Ashcroft v. ACLU link roundup

Justice Dept. Dir. of Public Affairs: Regarding the Supreme Court’s Decision on the Child Online Protection Act:

Our society has reached a broad consensus that child obscenity is harmful to our youngest generation and must be stopped. Congress has repeatedly attempted to address this serious need and the Court yet again opposed these common-sense measures to protect America’s children. The Department will continue to work to defend children from the dangerous predators who lurk in the dark shadows of the World Wide Web.

Ernest Miller: First Thoughts on Ashcroft v. ACLU: “The least restrictive means in this case are filters. Yea filters! Go filters! The opinion reads like a censorware author’s dream marketing campaign.”
Lawrence Solum: Ashcroft v. ACLU
Lyle Denniston: Sex, the Internet and congressional frustration

The Supreme Court, telling Congress for the third time that it has only limited power to try to censor sexually explicit material on the Internet, dropped a broad hint today that the lawmakers may be doomed to frustration if they try again. Because technology is advancing so rapidly, the Court said in blocking enforcement of the Child Online Protection Act, Congress may find that it has laid down rules based on a current state of technology only to see the rules become outdated through years of court review.

Eugene Volokh looks at the case and asks: “what does “prurient” mean here?”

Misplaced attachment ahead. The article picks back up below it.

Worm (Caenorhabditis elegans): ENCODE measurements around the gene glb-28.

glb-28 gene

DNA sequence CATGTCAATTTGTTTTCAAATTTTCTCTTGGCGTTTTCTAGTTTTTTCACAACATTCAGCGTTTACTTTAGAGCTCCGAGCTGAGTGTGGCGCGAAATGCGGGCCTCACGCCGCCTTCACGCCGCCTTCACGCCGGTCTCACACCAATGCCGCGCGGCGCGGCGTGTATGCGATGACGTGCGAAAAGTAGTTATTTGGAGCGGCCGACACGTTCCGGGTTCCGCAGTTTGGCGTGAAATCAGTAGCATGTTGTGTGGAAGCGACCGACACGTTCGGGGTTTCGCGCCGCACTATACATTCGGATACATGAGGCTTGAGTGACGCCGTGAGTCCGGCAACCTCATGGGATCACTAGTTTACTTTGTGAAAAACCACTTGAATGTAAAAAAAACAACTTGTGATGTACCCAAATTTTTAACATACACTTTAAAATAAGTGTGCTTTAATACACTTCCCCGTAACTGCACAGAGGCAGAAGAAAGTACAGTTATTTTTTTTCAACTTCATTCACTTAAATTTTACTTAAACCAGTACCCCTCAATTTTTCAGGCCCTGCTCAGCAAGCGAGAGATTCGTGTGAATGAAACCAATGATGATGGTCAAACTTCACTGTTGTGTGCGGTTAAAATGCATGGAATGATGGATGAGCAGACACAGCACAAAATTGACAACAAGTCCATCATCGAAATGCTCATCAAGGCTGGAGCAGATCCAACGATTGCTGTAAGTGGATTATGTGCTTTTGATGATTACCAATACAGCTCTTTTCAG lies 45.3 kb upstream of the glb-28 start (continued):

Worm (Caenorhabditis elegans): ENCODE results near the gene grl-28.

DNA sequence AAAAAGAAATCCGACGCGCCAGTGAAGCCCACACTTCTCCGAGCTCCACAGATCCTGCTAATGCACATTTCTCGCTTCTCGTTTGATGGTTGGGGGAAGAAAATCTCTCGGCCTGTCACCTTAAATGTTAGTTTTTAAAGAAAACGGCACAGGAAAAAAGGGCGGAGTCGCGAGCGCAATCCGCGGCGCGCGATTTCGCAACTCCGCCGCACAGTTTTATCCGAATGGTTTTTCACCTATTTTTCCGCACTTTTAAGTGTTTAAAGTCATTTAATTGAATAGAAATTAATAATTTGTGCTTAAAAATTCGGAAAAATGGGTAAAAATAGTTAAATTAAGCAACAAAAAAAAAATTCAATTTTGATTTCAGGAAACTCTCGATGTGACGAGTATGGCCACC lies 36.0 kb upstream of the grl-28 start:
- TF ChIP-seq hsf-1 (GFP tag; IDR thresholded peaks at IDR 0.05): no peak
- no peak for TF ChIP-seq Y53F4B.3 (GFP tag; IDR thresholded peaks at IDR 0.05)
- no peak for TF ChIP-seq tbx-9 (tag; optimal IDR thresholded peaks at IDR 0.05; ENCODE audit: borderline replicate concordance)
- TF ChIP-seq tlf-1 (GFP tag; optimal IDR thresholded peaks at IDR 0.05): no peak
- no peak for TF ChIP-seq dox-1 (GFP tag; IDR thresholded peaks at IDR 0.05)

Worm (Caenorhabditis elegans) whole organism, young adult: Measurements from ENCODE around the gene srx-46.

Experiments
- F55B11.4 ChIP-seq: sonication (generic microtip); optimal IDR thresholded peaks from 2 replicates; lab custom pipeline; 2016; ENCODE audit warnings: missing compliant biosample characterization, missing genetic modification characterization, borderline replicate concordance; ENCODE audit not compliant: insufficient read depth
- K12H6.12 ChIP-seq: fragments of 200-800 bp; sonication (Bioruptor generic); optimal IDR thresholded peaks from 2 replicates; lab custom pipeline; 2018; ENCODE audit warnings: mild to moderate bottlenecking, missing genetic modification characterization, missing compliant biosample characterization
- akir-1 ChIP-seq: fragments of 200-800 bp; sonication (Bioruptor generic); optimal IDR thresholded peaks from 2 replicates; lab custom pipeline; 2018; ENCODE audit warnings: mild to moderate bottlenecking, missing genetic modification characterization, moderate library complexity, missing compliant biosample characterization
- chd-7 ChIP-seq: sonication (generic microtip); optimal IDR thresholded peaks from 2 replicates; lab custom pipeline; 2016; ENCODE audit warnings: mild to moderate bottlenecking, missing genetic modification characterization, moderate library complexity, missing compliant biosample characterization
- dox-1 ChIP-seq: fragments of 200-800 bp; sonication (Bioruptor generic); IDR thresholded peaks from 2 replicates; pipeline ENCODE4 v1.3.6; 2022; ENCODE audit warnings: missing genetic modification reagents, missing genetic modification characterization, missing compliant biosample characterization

Lawmeme: Ashcroft v. ACLU: Evaluation

Justice Breyer makes a very good point in dissent: The majority here that wholeheartedly endorses the effectiveness of filtering software is mostly the same as the dissenters who unhappily listed the faults of filtering software in the American Library Association case. Indeed, Justice Breyer seems to make a special effort to list the exact text of the dissenting opinion’s criticisms in ALA.

NY Times: Justices Uphold Block of Web Porn Law but Send Case Back

The majority explicitly stopped short of deciding whether the law is constitutional. That is a question that can only be answered after a trial, the majority said, even as it acknowledged that the rapid advances in Internet and computer technology make it difficult to foresee what all the issues at a trial will be.

Washington Post: Justices Leave Online Porn Case Unresolved

One COPA supporter said that the court is exceeding its powers. “This is akin to judicial tyranny,” said Patrick Trueman, senior legal adviser at the Family Research Council and former chief of the child exploitation unit at the Justice Department’s Criminal Division. “The court is dismissing acts of Congress which reflect the will of the people… This decision says to pornographers that you have a green light to distribute material to children.”

Ashcroft v. ACLU

The Supreme Court released its decision in Ashcroft v. ACLU, upholding the injunction on the Child Online Protection Act (COPA), because the statute likely violates the First Amendment.
The decision is 5-4. Justice Kennedy delivered the opinion, joined by Stevens, Souter, Thomas and Ginsburg. Stevens filed a concurring opinion, joined by Ginsburg.
Scalia dissented.
Breyer dissented, joined by Rehnquist and O’Connor.
Now, off to read the decision.

Taxi Confidential

Taking a taxi for the first time since the fare hike last month, I was shocked at the cost. Both rides I took this weekend– one between Brooklyn and Manhattan and the other between Williamsburg and Brooklyn Heights– cost nearly 50% more than prior to the fare increase.
Gothamist covered the fare hike when it happened: Taxi Fares Go Up Today and The Taxi Fare Increase After 10 Days. Gotham Gazette analyzed the Taxi Fare Hike. New Yorkish looks into the future, all the way to: New York in 20 years